Questions and thoughts

The review investigated balance and walking speed in healthy individuals. However a closer look at the included participants reveals that in some of the studies participants had knee osteoarthritis, foot pain or a history of previous falls. This could have influenced the findings. Not all of the included studies controlled for confounding factors, which could have been important since balance is a difficult sensorimotor task, potentially influenced by several factors. A very important aspect when interpreting these findings is that since the included studies were cross-sectional, no causational relationships can be established. 

Pooling was performed with participants of similar age, which is necessary as age is inversely associated with muscle strength, balance, and walking speed. However, not every age group was represented just as much. Of a total of 2673 people included in this review, 447 participants were young, only 74 participants were middle-aged, and 2152 participants were older. So it seems that older populations were represented more, which could explain why findings are generally more pronounced in older participants.

 

Talk nerdy to me

Since databases were searched from inception on, it is very likely that the search included all relevant articles. Two reviewers independently screened for eligibility, and data was extracted by one of the researchers and checked for accuracy and completeness by the second one. Risk of bias was assessed by the two reviewers independently. So nothing much to say here.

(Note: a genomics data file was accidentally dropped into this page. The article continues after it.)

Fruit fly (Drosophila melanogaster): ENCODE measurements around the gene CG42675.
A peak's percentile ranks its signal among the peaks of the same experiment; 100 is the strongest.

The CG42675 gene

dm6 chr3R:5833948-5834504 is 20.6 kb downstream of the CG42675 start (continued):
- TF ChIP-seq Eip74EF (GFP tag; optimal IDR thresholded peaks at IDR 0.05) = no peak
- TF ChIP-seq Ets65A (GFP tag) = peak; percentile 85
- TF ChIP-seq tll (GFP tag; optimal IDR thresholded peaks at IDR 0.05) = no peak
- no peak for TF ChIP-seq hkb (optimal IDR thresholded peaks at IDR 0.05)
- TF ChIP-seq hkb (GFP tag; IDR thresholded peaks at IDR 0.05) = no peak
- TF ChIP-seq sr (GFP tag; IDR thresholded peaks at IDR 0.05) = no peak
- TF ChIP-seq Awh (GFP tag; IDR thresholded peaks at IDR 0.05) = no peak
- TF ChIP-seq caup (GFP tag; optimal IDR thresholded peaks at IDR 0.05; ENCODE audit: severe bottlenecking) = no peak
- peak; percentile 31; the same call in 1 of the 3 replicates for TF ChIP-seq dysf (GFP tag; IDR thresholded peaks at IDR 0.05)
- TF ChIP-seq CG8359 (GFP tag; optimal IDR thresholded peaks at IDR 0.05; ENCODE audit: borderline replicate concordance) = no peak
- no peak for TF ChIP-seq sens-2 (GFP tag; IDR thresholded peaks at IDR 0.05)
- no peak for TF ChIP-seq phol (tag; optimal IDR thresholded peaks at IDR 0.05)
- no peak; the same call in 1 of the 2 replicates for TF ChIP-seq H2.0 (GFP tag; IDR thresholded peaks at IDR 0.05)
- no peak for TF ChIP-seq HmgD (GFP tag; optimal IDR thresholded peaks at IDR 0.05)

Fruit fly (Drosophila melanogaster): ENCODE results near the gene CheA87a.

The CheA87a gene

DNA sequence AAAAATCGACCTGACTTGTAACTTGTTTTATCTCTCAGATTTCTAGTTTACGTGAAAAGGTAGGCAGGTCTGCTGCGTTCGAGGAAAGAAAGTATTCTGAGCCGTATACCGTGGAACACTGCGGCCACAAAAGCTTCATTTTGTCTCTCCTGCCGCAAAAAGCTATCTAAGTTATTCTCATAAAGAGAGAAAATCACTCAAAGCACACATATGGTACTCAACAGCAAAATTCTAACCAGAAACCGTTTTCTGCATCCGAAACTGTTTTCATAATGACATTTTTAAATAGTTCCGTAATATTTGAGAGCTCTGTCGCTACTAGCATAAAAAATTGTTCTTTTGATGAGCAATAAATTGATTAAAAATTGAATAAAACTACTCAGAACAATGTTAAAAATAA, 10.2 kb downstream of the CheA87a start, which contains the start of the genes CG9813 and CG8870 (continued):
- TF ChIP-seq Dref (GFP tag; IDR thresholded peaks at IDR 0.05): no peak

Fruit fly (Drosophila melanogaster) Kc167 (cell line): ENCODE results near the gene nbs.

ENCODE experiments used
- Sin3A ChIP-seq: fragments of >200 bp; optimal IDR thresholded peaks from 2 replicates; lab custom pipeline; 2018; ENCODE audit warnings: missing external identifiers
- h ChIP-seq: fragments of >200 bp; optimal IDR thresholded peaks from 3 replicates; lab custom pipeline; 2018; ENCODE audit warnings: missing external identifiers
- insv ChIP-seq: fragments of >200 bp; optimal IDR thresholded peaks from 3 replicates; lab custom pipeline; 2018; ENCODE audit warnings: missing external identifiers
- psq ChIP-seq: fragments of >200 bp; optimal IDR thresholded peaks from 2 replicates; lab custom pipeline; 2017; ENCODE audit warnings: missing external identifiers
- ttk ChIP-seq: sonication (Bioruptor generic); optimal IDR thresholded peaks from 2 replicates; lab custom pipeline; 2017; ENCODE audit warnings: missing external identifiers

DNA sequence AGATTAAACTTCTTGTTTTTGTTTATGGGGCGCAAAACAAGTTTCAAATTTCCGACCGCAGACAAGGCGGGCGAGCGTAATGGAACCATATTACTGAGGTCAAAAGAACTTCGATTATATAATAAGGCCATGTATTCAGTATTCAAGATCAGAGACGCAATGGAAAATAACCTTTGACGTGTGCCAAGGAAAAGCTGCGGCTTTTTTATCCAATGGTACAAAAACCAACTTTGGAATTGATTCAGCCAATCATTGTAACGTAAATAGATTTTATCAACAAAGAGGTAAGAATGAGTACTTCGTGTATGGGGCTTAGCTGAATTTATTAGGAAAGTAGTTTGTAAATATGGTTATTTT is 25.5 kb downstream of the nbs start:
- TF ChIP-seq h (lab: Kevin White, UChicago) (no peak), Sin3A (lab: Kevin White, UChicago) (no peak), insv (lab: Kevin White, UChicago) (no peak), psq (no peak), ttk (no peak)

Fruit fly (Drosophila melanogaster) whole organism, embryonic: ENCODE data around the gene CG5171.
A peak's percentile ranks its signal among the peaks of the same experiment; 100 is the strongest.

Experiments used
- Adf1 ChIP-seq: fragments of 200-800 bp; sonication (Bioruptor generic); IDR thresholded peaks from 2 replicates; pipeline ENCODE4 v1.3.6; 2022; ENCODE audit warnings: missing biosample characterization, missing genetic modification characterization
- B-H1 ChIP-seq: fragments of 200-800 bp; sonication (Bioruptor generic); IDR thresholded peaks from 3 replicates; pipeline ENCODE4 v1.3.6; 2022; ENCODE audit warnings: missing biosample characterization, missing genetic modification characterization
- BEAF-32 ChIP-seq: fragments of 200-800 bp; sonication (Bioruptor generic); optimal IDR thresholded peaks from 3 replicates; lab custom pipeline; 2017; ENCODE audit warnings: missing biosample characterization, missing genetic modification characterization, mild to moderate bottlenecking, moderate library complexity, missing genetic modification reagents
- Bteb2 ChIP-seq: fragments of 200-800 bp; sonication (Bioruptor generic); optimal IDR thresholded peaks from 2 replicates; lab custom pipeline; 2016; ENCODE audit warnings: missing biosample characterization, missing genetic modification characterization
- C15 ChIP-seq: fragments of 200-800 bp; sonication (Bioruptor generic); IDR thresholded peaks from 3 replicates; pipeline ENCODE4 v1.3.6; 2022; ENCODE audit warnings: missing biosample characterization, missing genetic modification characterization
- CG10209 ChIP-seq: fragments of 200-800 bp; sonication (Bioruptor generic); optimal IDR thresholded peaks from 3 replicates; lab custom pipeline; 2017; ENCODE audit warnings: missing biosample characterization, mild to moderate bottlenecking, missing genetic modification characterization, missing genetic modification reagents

Take home messages

As this review showed that the associations between calf strength and balance are mostly supported by conflicting evidence, currently no recommendation for strengthening of the ankle plantar flexors to improve balance and walking speed can be made. A factor that may cause this lack of association can be assigned to the differences in balance measures. When hand-held dynamometers were excluded from the results, more heterogeneity was found. This should be taken into consideration when evaluating balance in clinical practice or in future studies.

Based on moderate to strong evidence, isometric plantar flexor strength is moderately associated with dynamic balance in older adults, compared to no or mild association with static balance. This could mean that plantar flexor strength is more important in more challenging tasks. Isokinetic plantar flexor strength (measured by the heel-raise test) is moderately associated with static and dynamic balance in older adults. Plantar flexor strength is weakly associated with walking speed.

 

Reference

Tavakkoli Oskouei S, Malliaras P, Jansons P, Hill K, Soh SE, Jaberzadeh S, Perraton L. Is Ankle Plantar Flexor Strength Associated With Balance and Walking Speed in Healthy People? A Systematic Review and Meta-Analysis. Phys Ther. 2021 Apr 4;101(4):pzab018. doi: 10.1093/ptj/pzab018. https://pubmed.ncbi.nlm.nih.gov/33481996/